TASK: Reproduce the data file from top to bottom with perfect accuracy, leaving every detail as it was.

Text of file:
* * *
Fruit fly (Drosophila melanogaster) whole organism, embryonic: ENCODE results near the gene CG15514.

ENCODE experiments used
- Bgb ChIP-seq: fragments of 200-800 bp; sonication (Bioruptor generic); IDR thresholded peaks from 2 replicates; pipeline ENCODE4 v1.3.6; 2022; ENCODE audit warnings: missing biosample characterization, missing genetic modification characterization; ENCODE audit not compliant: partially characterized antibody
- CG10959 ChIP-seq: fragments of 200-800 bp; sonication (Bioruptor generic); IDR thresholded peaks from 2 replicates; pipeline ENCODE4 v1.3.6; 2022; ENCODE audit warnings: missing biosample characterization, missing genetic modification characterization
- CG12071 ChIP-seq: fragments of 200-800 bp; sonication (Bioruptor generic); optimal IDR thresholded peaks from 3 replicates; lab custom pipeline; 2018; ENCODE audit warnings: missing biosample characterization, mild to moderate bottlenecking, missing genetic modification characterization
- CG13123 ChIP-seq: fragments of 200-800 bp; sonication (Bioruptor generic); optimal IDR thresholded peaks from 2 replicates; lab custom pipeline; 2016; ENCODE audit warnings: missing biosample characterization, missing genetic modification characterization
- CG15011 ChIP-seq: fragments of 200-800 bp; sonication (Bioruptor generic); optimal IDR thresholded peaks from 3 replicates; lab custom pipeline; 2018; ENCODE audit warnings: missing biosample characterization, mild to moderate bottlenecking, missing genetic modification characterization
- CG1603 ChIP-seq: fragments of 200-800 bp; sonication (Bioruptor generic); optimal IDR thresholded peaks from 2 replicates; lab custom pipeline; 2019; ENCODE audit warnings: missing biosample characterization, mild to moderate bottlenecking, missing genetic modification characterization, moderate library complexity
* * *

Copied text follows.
Fruit fly (Drosophila melanogaster) whole organism, embryonic: ENCODE results near the gene CG15514.

ENCODE experiments used
- Bgb ChIP-seq: fragments of 200-800 bp; sonication (Bioruptor generic); IDR thresholded peaks from 2 replicates; pipeline ENCODE4 v1.3.6; 2022; ENCODE audit warnings: missing biosample characterization, missing genetic modification characterization; ENCODE audit not compliant: partially characterized antibody
- CG10959 ChIP-seq: fragments of 200-800 bp; sonication (Bioruptor generic); IDR thresholded peaks from 2 replicates; pipeline ENCODE4 v1.3.6; 2022; ENCODE audit warnings: missing biosample characterization, missing genetic modification characterization
- CG12071 ChIP-seq: fragments of 200-800 bp; sonication (Bioruptor generic); optimal IDR thresholded peaks from 3 replicates; lab custom pipeline; 2018; ENCODE audit warnings: missing biosample characterization, mild to moderate bottlenecking, missing genetic modification characterization
- CG13123 ChIP-seq: fragments of 200-800 bp; sonication (Bioruptor generic); optimal IDR thresholded peaks from 2 replicates; lab custom pipeline; 2016; ENCODE audit warnings: missing biosample characterization, missing genetic modification characterization
- CG15011 ChIP-seq: fragments of 200-800 bp; sonication (Bioruptor generic); optimal IDR thresholded peaks from 3 replicates; lab custom pipeline; 2018; ENCODE audit warnings: missing biosample characterization, mild to moderate bottlenecking, missing genetic modification characterization
- CG1603 ChIP-seq: fragments of 200-800 bp; sonication (Bioruptor generic); optimal IDR thresholded peaks from 2 replicates; lab custom pipeline; 2019; ENCODE audit warnings: missing biosample characterization, mild to moderate bottlenecking, missing genetic modification characterization, moderate library complexity